There are many stranger Holy Week traditions, not only the famous ‘Capirote’. We could also call them curious traditions. During the Holy week, not only processions and religious activities are celebrated, but also there are some unique and odd events which I recommend you to visit at least once in your life. You can find a lot of weird Holy Week traditions in Spain from north to south and from east to west, and you don’t even need to leave the borders of Spain. If you take advantage of a trip to one of these places during the holiday season, you will be pleasantly surprised.
The Holy Week in León is a reference throughout the country, especially considering the ‘Procesión de los Borrachos’ (Procession of the Drunks). However, in this case, the death of Genaro is celebrated, a special character from the beginning of the 20th century who has his own legend.
Everything began in 1929, when Genaro, a bohemian, hard-drinking and ladies’ man, was urinating in the street. He was so unlucky that a rubbish truck ran over him in the middle of it, making that terrible accident into a tradition that is now almost 100 years old. Therefore, every Maundy Thursday the people from León celebrate a procession with an amusing figure of Genarín. This Way of the Cross is not focused on suffering, like the more traditional processions, but has a more entertaining character. For example, one of the most curious aspects of the procession is that cheese is eaten and orujo is drunk along the way.
Cuenca has one of the strangest processions of Holy Week, which is also an Intangible Heritage of Humanity. The processions known as ‘Las Turbas’ were born back in 1616 to the present day. These processions cause so much racket that it is difficult not to wake up when they begin. During the procession of ‘Las Turbas’ a large number of musicians are gathered on the streets of Cuenca. Drums and bugles echo through the streets, playing chaotically and incessantly from 05:30 in the morning.
When the figure of ‘El Caído’ appears, instead of being followed in silence, everything becomes louder and louder. Until the moment when the ‘Virgen de la Soledad’ appears, when all the instruments are in silence. In a certain way, this racket represents the mockery that Jesus received on the ‘Camino del Calvario’ (Calvary’s Road).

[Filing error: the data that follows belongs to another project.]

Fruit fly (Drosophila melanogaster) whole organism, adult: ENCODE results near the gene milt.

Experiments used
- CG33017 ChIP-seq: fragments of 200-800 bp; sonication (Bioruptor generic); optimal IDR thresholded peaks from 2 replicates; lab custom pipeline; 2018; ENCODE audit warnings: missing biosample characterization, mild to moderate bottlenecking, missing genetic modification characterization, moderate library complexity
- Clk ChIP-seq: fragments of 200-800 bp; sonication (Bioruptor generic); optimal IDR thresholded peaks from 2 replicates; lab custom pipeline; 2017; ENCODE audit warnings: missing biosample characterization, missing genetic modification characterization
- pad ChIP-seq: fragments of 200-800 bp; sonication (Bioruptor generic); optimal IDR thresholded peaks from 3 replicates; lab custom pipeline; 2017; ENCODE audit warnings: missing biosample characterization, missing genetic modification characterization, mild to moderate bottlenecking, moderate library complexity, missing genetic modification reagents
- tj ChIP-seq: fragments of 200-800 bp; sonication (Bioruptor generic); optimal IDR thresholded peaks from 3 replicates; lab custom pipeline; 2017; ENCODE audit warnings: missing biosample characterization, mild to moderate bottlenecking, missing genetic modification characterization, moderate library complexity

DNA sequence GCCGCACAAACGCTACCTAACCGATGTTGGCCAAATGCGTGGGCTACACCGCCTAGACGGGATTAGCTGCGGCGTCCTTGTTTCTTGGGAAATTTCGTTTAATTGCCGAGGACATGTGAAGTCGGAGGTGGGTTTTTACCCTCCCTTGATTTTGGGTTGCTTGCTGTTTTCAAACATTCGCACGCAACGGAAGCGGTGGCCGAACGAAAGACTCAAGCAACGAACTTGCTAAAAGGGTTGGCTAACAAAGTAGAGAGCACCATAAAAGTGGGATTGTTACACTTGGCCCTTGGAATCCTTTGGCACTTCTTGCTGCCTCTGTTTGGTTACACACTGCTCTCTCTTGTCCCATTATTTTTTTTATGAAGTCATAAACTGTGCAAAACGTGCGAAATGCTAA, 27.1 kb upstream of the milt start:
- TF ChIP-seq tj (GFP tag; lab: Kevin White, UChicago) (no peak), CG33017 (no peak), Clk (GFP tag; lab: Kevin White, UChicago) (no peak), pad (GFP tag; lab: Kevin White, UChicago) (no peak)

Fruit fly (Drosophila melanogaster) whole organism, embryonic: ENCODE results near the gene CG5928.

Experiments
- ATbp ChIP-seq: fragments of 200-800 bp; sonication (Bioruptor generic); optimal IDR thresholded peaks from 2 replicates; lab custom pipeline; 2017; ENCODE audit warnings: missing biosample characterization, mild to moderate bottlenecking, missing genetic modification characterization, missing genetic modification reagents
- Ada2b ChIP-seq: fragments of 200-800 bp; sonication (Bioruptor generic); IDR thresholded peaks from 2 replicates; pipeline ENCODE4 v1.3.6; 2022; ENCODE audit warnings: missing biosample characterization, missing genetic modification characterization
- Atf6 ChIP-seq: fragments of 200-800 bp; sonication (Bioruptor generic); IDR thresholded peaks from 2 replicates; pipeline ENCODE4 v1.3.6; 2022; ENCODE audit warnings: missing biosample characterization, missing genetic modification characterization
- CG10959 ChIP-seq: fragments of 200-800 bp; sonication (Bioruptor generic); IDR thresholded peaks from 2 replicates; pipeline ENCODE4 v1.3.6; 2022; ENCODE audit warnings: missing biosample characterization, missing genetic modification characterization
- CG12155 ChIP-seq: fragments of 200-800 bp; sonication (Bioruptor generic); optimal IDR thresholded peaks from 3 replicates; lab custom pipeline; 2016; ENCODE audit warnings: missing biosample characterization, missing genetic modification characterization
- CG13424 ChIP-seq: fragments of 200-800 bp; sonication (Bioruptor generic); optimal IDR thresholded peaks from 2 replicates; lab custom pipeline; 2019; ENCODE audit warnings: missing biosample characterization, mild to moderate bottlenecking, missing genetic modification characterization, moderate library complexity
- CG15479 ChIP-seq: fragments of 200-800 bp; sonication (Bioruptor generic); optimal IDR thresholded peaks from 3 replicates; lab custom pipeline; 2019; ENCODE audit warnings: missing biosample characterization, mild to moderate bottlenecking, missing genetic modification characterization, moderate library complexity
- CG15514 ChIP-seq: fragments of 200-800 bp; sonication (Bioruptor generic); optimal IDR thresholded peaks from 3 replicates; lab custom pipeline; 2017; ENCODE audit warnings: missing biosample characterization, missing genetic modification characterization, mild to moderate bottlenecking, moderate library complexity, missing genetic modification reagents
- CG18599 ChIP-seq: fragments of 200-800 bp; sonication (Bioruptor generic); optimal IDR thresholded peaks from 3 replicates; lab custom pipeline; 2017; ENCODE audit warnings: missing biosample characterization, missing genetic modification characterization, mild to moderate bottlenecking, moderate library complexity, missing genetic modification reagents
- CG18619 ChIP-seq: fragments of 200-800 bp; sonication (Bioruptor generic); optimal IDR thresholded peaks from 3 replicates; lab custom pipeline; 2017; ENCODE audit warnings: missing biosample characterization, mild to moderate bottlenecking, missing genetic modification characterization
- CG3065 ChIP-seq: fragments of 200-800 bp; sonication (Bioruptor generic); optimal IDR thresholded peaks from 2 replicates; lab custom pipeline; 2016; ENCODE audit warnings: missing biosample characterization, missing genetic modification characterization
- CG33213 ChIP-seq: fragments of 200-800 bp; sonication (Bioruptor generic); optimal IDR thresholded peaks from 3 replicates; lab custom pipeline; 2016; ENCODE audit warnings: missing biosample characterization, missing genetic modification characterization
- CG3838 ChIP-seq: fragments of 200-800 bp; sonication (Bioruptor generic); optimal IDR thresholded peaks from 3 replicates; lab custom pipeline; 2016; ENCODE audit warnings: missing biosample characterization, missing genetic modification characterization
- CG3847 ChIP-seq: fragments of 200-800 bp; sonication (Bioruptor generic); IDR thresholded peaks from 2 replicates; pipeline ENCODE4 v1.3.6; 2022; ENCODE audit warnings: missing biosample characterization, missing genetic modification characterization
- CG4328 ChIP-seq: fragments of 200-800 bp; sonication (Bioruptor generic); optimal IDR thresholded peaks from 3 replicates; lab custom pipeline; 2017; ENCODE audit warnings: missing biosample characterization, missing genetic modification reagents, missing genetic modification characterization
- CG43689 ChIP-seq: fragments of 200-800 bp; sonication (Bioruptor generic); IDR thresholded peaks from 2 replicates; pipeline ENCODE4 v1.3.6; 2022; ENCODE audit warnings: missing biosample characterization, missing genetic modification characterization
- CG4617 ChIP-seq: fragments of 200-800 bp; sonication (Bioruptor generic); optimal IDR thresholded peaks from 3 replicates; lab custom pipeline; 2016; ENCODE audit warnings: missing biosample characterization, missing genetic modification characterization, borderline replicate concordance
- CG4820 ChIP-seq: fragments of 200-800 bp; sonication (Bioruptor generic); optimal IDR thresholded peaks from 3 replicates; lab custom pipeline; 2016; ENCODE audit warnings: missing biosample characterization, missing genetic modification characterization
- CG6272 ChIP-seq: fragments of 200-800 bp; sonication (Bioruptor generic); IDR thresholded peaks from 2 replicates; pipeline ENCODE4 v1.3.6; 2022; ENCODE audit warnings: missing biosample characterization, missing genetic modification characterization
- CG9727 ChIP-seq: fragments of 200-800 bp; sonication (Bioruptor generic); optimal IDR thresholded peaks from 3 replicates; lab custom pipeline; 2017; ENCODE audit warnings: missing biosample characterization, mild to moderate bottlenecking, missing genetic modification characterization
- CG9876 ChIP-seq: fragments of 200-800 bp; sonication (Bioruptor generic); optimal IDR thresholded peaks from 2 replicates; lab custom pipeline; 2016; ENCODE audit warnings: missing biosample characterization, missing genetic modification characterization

Another of the most curious traditions of these festivities is the ‘Trencá de perols’ in Valencia. In Valencian, a ‘perol’ is the Spanish word for a clay pot, while ‘trencar’ means to break. So that’s basically what this procession is all about: breaking the pot.
The tradition has its roots in an ancient custom in which Christians who celebrated Holy Week were not allowed to take a bath. In the past, the ‘Trencá de perols’ was celebrated with the throwing of water from balconies on Easter Saturday, but over time, the throwing of old crockery and earthenware pots was added to this tradition.
The ‘Trencá de Perols’ in Valencia takes place at the beginning of the Procession of Glory, at midnight on Holy Saturday night, and symbolises the disappearance of the old, the transition to the new.
Another tradition that is about “breaking things” is the ‘Volatín de Tudela’. It is a tradition that began to be practised in this Navarrese town in 1732, although over time it disappeared. It was not until the beginning of the 20th century, in 2002, when the Tudela Town Council revived it and declared it as a Festivity of National Tourist Interest.
The basic idea is to hang a figure on the balcony of the ‘Casa del Reloj’, in the centre of the ‘Plaza de los Fueros’, and throw firecrackers at it until it is completely naked. The act represents the death of Judas Iscariot, one of Jesus Christ’s disciples and the one who betrayed him.
The origin of this tradition is not exactly known, but it is undoubtedly one of the most special traditions in the country. In the Romances de Navaluenga, a small town in Ávila, a couple of groups of 25 people have to perfectly recite 14 classic romances written by Lope de Vega and José de Valdivieso. The two groups alternate reciting verses until one of them makes a mistake. This is how, on Maundy Thursday, both groups follow the processions while they recite to the sky.
Calanda is a small town in Teruel, but it is internationally known for having one of the strangest Holy Week traditions. Or, at least, one of the noisiest. At 12 o’clock in the morning on Good Friday,
This tradition, according to Luís Buñuel, inspires an indefinable emotion, making the town dance for two hours in unison to the beat of its percussion. It dates back to the year 1127 and it is said that it served to warn the population of the approaching Arab invasion
Holy Week is closely identified with penitence and the suffering of Jesus, so it is not surprising that some of the weirdest traditions of the Holy Week are linked to it. This is the case of the Empalaos, a tradition in Cáceres that almost borders on religious fanaticism. Specifically, it is a tradition of National Tourist Interest which took place in Valverde de la Vera on the 18th of January 1980.
In the Empalaos, a series of men, who will act as penitents, are tied to a wooden ploughshare with multiple ropes, with their torsos uncovered and simulating a cross. The penitent, unable to use his arms, parades in old women’s petticoats, a veil and a crown of thorns. All of this is wrapped in an aura of mystery, anonymity and silence, as those following the penitent are not allowed to speak.